Some Thoughts on Trust

When it comes to leadership, it is hard to think of something more important than trust. One could be talented, with an impressive CV. One could say the quote unquote “right things” but if one doesn’t have his colleagues trust, they have nothing.

Trust is difficult because it isn’t something one can do. It isn’t a bullet point on a resume. It’s pathos—an emotional connection with your peers. And it has two roots. It requires a strong belief on the part of you peers that you have their best interests in mind. Second, it requires a strong belief that you have the ability and knowledge to act on that vested interest.

So how does one plant the seed that will grow roots and flower with trust? Asking people for their advice and listening to them. People need to be heard. One needs to take an interest in what is important to their peers. This makes people feel they have validation. One must always be genuine. There is no middle ground when it comes to “playing politics.” One either has agendas or they don’t.

This influence is key for any leader, but it can also help anyone who would like to exert positive influence over the peers even if they are not a leader.

New Year Resolutions for Leaders

Resolve to be the kind of leader we want to follow. Be consistent. We can tolerate even a poor leader if he isn’t channeling a different sort of poor leadership each day. Be real. Let us see how you as a leader effectively manage emotions and frustration at work. Show us what excites you about the challenges ahead.

Resolve to help us understand how we can develop. This helps us be better in many ways. It allows us to understand our future with the company; it gives us a way to structure our efforts to learn more about our jobs, our company, and our industry; and it shows that you have a personal interest, because you have made an effort to know our individual strengths and weaknesses.

Become a better listener. We have ideas. They won’t all be great ideas, but if you listen to us you can coach us to develop our ability to better vet and sharpen the next one.

Hold the micromanagement. Let’s talk trust. Nothing is more frustrating than to be prevented from just doing the job you hired me to do. We understand that it can be uncomfortable to delegate work. We understand that in many cases it is your reputation on the line when our team fails to produce something to our standard.

Hold poor performers accountable. If they can’t improve, pay the price necessary to cut them loose. What could be more damaging to the morale of the team than the struggle associated with carrying dead wood? We understand that you may not want to lose a position, that you may have some hope that you can magically restore someone’s motivation or suddenly implant some talent, or that politics may provide the poor performer with protection.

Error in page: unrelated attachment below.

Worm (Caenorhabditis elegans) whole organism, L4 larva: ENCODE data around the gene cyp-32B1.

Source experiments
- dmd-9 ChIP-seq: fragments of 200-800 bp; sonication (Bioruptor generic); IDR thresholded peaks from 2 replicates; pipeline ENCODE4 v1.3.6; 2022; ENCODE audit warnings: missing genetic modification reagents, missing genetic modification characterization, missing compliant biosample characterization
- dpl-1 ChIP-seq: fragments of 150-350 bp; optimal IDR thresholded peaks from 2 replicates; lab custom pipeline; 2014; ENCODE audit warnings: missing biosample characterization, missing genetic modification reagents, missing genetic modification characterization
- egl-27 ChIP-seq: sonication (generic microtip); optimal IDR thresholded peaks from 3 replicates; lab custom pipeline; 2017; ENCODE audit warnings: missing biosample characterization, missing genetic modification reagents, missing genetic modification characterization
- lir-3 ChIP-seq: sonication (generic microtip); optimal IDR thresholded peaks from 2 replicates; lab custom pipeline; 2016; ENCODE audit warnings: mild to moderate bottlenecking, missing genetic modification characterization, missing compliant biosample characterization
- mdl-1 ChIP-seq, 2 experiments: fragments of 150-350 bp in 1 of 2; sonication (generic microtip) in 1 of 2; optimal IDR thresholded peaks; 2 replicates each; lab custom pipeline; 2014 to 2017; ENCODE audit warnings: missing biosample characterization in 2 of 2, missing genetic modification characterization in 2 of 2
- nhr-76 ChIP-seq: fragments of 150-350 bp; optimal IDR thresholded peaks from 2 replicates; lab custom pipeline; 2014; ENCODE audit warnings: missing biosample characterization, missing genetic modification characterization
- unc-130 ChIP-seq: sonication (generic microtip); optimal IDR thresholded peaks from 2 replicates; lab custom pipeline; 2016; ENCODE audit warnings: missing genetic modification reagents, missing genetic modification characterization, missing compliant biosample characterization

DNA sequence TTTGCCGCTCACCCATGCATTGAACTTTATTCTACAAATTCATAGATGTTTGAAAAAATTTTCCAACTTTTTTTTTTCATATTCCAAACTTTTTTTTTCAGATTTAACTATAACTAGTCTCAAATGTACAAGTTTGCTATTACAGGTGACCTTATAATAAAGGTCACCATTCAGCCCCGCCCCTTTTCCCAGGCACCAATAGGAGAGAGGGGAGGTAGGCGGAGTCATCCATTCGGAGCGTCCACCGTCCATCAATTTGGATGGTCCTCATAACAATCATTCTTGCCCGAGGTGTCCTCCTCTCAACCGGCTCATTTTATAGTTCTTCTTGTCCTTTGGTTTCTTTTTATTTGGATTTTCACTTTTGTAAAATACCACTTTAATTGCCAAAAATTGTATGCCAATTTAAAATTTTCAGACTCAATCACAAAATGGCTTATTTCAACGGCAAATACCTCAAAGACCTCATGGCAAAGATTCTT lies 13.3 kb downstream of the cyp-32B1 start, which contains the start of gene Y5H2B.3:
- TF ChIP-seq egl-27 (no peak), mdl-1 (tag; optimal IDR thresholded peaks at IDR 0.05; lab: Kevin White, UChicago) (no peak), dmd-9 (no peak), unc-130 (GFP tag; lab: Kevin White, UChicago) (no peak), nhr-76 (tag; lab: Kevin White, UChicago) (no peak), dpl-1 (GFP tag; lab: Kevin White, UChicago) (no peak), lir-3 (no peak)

Catwoman as a leader?

Came across a provocative title the other day. How dressing like Catwoman earned me new business in the Globe and Mail. In the article, Michelle Ray tells of how she was tasked by her manager with selling advertising to a large cinema complex. She went to the first one and struck out as she was cold-calling. She saw a costume shop as she was driving to her next destination and found a Catwoman costume. She continued on to her destination dressed as Catwoman. Bye the end of the day, she landed 6 new contracts.

She told her manager what she had done to land the contracts. Silence. Then uncontrollable laughter. He had her repeat it to make sure he heard her correctly. He then commended her for her innovation, imagination and being a bold manager.

She goes on to commend her manager for his support of her initiatives, no matter how far-fetched. She gives some reasons why employing someone like her manager is in the best interest of their employees:

  1. Supportive leaders build employee loyalty
  2. Supportive leaders build trust and initiative
  3. Supportive leaders boost creativity and productivity

~ Jody Victor

Leadership Skill #1

Jody Victor’s crew found a 12-part series on Leadership Skills required to be a world-class leader by Steve Tappin. Steve Tappin is the CEO of Xinfu, Host of BBC CEO Guru & Founder, WorldOfCEOs.com. You can follow his series on LinkedIn.

His Leadership Skill #1 is Build Trust With Anyone. He says you can’t work with anyone without trusting them first. He goes on to give some Trust Exercises and the Xinfu Trust Formula. He gives pointers on how to accelerate trust and gives a Homework assignment related to building trust.

We will try to follow his skills here.

Jody & Crew.